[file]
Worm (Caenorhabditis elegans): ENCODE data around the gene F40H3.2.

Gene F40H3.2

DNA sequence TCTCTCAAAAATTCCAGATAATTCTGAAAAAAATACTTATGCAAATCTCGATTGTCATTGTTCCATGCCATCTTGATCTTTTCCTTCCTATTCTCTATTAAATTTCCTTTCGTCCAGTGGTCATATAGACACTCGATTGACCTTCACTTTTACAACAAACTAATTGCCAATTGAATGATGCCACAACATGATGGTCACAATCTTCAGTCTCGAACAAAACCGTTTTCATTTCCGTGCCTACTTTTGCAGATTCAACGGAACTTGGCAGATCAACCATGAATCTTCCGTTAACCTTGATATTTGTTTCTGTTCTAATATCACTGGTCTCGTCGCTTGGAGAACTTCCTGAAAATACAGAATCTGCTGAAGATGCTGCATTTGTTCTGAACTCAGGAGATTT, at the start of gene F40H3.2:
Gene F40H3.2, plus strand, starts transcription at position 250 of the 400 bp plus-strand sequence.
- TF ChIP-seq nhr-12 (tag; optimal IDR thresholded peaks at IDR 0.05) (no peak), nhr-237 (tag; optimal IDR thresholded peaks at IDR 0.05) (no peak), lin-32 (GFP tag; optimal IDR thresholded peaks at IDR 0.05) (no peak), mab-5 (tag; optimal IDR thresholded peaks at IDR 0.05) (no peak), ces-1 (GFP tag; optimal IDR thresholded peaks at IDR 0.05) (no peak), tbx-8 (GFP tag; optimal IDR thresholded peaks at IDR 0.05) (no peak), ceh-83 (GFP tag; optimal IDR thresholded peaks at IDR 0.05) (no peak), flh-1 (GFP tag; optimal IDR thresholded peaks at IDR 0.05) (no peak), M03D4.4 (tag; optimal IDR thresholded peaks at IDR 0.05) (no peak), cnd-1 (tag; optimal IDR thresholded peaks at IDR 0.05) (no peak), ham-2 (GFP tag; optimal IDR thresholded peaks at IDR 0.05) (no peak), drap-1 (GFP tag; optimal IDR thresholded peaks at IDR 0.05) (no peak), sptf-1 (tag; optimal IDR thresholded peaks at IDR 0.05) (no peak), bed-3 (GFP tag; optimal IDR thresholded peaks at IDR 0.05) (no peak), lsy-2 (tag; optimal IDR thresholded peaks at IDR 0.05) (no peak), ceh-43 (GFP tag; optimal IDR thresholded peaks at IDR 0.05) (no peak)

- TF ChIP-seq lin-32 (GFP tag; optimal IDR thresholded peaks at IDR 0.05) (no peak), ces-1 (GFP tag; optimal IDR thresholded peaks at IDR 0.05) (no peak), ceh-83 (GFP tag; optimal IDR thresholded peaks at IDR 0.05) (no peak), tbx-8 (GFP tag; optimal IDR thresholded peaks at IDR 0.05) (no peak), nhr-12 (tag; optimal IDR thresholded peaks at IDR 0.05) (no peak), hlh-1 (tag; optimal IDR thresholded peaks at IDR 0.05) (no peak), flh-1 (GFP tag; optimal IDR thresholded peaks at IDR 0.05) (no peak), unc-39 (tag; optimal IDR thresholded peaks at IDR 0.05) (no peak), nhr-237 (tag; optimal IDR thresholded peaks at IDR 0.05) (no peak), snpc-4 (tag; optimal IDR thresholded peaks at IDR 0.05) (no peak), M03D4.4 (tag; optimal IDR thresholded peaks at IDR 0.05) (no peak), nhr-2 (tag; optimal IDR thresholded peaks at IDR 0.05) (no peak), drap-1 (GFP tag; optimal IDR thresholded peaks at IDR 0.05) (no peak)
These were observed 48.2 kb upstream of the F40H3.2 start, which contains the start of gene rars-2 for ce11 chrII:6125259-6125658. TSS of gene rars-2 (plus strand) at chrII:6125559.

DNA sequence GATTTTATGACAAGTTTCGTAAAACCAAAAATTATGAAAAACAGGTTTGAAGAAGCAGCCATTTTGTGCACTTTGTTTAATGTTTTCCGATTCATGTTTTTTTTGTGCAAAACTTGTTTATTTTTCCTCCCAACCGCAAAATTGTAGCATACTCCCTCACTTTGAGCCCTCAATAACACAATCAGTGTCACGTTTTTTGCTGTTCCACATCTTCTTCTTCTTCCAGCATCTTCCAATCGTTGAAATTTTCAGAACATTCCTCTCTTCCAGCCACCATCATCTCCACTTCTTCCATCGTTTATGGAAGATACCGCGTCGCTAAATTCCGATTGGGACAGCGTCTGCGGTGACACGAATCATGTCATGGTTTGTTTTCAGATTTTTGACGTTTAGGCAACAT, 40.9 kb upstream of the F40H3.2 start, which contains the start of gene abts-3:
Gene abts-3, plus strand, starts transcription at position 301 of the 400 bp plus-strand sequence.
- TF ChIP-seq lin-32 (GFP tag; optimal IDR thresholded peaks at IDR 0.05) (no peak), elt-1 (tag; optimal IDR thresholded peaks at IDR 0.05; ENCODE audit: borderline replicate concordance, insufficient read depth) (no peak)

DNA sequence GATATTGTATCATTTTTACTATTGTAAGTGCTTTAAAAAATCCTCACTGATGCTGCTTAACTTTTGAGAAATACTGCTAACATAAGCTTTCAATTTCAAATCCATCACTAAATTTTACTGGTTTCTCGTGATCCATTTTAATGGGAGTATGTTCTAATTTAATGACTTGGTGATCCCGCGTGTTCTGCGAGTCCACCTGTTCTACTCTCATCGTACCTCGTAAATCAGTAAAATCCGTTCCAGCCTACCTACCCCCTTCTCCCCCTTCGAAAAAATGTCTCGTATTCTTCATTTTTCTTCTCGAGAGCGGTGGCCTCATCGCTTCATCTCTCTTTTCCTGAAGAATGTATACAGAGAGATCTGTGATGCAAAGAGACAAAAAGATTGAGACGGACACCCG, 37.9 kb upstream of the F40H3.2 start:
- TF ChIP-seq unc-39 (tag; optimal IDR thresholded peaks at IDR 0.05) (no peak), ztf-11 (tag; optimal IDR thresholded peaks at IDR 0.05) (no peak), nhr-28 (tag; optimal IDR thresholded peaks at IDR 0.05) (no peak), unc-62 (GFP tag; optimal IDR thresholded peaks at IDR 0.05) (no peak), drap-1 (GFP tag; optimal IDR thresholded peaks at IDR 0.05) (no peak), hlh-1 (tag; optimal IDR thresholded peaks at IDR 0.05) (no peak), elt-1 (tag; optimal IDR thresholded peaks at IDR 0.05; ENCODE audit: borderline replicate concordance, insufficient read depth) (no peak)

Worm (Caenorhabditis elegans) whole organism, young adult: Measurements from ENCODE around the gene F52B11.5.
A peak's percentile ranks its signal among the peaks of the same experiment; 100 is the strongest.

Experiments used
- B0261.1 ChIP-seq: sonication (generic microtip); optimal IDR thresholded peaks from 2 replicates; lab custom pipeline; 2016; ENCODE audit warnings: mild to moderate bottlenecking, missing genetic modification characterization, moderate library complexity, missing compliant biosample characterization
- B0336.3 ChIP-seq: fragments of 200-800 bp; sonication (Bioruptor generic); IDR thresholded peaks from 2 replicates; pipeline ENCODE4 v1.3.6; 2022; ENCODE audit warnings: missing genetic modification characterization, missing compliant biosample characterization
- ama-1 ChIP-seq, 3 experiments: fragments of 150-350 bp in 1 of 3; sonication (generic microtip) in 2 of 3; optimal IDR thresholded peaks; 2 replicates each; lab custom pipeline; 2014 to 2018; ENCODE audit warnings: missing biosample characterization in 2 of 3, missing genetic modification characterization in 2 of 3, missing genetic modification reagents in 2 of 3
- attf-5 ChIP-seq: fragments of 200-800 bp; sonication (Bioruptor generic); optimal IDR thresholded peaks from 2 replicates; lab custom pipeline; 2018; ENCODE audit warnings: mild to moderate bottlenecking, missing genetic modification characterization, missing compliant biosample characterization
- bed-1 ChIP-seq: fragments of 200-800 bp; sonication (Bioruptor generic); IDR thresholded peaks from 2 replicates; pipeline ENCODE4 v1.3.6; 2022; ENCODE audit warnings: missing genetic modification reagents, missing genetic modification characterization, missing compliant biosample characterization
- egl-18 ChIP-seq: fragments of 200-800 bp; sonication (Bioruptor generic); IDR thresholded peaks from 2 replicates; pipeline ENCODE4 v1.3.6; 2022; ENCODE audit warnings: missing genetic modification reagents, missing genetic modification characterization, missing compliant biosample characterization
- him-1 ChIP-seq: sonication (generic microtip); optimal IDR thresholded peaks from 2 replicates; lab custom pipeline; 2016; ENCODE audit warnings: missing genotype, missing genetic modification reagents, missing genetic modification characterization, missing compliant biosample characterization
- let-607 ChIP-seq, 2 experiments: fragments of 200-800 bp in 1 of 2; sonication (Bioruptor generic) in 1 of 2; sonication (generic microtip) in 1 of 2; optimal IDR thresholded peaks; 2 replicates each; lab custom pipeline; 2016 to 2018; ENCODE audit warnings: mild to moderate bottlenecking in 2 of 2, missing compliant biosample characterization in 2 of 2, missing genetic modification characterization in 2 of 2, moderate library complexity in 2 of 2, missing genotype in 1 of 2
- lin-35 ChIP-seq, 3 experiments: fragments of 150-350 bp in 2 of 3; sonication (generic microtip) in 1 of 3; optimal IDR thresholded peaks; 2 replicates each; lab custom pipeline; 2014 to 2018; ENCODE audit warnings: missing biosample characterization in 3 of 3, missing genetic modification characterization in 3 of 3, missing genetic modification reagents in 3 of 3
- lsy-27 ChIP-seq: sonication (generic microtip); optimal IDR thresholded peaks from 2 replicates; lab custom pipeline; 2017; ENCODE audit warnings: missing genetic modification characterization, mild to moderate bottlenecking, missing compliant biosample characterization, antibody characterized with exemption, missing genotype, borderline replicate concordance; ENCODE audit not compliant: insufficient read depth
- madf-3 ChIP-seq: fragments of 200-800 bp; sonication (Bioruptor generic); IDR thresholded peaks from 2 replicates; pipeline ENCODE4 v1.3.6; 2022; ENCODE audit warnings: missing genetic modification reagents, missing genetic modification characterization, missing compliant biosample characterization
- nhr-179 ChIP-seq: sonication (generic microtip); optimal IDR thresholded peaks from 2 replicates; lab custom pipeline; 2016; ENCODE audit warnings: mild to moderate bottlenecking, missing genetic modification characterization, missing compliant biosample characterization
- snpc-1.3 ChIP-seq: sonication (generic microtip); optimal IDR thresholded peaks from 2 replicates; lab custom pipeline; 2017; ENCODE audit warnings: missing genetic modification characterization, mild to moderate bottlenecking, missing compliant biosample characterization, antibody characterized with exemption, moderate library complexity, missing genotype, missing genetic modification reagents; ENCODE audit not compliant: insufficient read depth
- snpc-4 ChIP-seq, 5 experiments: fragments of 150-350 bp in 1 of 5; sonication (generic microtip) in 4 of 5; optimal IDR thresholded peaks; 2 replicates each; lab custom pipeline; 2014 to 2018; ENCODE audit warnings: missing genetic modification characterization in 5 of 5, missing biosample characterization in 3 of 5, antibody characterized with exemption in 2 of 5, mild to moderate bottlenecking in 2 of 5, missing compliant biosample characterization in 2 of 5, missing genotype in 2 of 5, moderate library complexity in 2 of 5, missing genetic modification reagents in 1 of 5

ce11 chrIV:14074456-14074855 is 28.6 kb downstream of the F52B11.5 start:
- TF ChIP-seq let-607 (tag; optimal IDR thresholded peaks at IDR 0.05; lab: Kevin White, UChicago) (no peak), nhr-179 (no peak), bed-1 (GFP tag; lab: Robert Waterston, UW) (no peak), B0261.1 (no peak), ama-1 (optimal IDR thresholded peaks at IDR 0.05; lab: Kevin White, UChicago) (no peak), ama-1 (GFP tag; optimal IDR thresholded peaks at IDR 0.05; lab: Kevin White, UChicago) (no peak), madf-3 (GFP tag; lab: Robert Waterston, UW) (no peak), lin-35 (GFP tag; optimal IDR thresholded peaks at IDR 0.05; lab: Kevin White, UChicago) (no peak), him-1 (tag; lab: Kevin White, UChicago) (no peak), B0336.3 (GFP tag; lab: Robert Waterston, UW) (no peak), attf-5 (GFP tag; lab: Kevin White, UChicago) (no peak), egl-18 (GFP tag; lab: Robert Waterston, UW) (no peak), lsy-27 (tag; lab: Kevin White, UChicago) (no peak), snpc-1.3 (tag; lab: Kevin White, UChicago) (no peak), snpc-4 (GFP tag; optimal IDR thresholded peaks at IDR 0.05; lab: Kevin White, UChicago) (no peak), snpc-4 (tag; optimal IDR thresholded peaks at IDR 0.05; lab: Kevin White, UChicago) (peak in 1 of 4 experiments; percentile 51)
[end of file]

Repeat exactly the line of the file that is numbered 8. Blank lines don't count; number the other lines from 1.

DNA sequence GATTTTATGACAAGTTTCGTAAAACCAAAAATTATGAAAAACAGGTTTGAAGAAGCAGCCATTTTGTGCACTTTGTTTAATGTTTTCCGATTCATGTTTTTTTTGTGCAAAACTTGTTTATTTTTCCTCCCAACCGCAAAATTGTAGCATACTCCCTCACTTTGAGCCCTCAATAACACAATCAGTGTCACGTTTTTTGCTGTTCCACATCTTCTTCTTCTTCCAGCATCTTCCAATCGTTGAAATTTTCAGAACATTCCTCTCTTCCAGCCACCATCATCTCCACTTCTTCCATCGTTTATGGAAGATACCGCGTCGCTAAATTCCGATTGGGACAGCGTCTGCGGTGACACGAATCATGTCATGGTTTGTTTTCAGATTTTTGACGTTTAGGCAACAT, 40.9 kb upstream of the F40H3.2 start, which contains the start of gene abts-3: